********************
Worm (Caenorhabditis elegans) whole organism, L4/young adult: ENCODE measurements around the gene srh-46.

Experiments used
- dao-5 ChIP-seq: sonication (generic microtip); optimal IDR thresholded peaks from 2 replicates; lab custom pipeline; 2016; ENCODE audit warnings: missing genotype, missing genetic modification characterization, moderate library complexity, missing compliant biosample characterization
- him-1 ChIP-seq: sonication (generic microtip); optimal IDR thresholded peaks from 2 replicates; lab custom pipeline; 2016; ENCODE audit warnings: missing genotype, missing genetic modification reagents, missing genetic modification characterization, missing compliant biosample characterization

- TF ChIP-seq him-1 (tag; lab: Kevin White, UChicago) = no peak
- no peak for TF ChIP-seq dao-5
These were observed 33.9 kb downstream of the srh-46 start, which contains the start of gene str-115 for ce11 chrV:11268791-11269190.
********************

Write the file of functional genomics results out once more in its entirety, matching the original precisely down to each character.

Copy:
Worm (Caenorhabditis elegans) whole organism, L4/young adult: ENCODE measurements around the gene srh-46.

Experiments used
- dao-5 ChIP-seq: sonication (generic microtip); optimal IDR thresholded peaks from 2 replicates; lab custom pipeline; 2016; ENCODE audit warnings: missing genotype, missing genetic modification characterization, moderate library complexity, missing compliant biosample characterization
- him-1 ChIP-seq: sonication (generic microtip); optimal IDR thresholded peaks from 2 replicates; lab custom pipeline; 2016; ENCODE audit warnings: missing genotype, missing genetic modification reagents, missing genetic modification characterization, missing compliant biosample characterization

- TF ChIP-seq him-1 (tag; lab: Kevin White, UChicago) = no peak
- no peak for TF ChIP-seq dao-5
These were observed 33.9 kb downstream of the srh-46 start, which contains the start of gene str-115 for ce11 chrV:11268791-11269190.